What is "Market Value?"(Go to list of questions) In real estate appraising, Market Value (as opposed to Fair Market Value) is commonly defined as:
Who has rights to the appraisal report?(Go to list of questions) In most real estate transactions, the appraisal is ordered by the lender. While the buyer pays for the report as part of the closing costs, the lender retains the right to use the report or any information contained within. The buyer is certainly entitled to a copy of the appraisal - it's usually bundled with all the other closing documents - but is not entitled to use the report for any other purpose without permission from the lender.
This rule doesn't apply when a home owner engages an appraiser directly. In these situations, the appraiser may stipulate how the appraisal can be used; for PMI removal, or estate planning or tax challenges, for example. If not noted otherwise, the home owner can do whatever they want with the appraisal.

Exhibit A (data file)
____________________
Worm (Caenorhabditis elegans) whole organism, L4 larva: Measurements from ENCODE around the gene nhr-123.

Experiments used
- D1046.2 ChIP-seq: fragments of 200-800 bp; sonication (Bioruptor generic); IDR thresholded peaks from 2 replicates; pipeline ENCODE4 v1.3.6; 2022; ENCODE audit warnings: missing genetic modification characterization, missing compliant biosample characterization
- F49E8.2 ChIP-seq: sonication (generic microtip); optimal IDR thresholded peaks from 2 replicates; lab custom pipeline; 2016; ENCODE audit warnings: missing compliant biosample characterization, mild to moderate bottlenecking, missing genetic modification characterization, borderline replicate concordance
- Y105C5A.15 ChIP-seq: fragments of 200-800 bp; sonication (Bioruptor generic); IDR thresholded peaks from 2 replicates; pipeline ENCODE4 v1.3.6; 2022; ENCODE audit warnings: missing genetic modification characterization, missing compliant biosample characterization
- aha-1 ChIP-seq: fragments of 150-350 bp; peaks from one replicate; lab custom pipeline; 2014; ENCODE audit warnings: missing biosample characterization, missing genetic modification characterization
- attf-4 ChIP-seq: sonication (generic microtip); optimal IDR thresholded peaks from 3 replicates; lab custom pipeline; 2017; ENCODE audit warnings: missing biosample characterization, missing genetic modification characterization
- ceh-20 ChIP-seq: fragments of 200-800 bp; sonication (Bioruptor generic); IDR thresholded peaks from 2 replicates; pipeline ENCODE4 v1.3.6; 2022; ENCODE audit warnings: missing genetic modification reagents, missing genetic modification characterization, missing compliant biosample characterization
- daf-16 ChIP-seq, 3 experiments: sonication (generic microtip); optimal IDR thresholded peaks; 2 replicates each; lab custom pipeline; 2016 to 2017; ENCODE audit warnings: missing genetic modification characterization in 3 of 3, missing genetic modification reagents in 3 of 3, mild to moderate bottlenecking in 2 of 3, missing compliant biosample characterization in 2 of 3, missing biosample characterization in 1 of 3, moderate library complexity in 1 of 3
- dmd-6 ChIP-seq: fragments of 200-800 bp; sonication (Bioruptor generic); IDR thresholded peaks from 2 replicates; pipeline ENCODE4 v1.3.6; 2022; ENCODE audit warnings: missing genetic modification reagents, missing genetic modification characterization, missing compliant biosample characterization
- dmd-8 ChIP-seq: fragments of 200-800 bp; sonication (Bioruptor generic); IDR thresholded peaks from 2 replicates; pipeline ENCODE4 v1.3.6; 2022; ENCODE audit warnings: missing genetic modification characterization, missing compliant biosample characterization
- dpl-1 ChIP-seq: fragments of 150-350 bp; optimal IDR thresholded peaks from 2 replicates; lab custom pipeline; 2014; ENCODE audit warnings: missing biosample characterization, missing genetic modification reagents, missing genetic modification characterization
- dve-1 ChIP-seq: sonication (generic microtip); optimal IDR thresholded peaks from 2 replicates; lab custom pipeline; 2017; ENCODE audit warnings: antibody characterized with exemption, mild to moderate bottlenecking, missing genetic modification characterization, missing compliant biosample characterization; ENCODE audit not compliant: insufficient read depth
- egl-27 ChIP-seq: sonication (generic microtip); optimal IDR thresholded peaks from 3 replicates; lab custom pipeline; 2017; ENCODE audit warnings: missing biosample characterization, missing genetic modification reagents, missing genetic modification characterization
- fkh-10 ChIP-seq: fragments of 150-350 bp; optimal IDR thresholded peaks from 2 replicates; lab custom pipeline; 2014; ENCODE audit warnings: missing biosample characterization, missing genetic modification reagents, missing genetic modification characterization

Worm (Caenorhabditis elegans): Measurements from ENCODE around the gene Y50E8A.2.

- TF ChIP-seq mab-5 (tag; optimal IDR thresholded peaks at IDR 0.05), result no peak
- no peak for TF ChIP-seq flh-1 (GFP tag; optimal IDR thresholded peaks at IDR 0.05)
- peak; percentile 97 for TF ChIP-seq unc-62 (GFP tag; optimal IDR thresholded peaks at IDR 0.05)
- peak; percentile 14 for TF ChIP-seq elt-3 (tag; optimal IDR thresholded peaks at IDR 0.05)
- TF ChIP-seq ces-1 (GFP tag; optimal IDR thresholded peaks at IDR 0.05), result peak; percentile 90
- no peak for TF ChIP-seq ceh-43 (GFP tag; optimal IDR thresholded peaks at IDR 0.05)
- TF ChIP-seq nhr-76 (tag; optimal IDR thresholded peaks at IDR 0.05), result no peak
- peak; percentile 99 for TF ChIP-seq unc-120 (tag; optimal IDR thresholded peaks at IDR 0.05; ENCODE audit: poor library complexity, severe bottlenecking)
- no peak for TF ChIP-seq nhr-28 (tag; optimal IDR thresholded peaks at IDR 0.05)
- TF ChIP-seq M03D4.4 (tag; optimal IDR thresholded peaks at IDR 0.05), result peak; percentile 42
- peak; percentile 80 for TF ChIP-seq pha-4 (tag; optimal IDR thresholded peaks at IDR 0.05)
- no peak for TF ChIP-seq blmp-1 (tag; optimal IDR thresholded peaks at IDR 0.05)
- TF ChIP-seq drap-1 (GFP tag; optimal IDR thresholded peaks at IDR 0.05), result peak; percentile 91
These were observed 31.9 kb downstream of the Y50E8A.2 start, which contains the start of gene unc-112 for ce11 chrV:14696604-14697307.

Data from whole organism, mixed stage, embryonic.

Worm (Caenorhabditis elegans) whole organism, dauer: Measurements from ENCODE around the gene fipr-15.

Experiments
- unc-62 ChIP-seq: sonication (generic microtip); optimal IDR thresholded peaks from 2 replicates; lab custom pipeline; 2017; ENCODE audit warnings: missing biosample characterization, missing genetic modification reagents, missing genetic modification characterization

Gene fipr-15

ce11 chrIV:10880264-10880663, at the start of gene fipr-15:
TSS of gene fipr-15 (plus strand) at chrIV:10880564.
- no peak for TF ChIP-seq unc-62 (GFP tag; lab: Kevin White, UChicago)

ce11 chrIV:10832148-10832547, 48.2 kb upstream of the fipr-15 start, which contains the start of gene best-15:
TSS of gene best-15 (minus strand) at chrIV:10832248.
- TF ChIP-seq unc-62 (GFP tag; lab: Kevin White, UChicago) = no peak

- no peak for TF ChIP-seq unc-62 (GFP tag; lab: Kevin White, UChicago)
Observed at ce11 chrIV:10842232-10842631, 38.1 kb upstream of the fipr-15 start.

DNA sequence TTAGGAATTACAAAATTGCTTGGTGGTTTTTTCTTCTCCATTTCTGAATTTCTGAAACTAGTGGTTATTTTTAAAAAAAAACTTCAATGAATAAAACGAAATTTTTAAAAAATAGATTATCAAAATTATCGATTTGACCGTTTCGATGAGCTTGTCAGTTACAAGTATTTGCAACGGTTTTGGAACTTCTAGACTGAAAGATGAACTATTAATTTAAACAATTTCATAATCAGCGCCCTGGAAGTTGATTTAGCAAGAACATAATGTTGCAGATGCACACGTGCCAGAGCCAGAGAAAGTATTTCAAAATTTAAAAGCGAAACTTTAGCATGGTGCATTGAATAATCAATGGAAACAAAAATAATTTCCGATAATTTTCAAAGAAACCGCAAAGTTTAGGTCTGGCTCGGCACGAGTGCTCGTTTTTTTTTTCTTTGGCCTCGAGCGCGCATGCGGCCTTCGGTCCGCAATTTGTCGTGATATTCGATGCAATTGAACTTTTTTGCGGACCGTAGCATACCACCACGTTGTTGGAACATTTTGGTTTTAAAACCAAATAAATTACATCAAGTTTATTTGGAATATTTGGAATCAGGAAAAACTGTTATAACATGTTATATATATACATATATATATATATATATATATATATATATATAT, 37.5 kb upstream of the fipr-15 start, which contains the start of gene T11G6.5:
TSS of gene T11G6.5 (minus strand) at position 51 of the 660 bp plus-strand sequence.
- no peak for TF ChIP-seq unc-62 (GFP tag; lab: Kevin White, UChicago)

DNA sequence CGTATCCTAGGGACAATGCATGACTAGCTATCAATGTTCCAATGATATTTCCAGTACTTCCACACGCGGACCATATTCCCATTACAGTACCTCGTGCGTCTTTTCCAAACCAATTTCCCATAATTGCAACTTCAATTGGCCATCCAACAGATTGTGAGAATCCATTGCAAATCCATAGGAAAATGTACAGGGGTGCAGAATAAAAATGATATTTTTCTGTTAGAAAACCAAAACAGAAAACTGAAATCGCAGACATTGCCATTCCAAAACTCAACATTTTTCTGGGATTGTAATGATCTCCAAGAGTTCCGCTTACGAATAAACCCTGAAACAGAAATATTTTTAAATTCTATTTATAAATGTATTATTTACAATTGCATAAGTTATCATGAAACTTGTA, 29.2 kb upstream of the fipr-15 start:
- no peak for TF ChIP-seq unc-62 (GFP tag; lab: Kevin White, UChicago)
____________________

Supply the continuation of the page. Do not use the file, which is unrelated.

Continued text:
Are some home improvements more worthwhile than others?(Go to list of questions) The answer to this is different depending upon the location of the home. For example, if you're in a neigborhood of small to medium priced homes, a media room may not be something people in that price range want
As a rule, the most value returned from renovating a home comes in the kitchen. According to one national survey, kitchen remodels returned an average of 88% of the investment. In other words, a $10,000 kitchen remodeling project would add approximately $8,800 to the value of the home. Bathrooms weren't far behind, returning 85%. On the contrary, something that may not increase your value would be painting just for the sake of redecorating.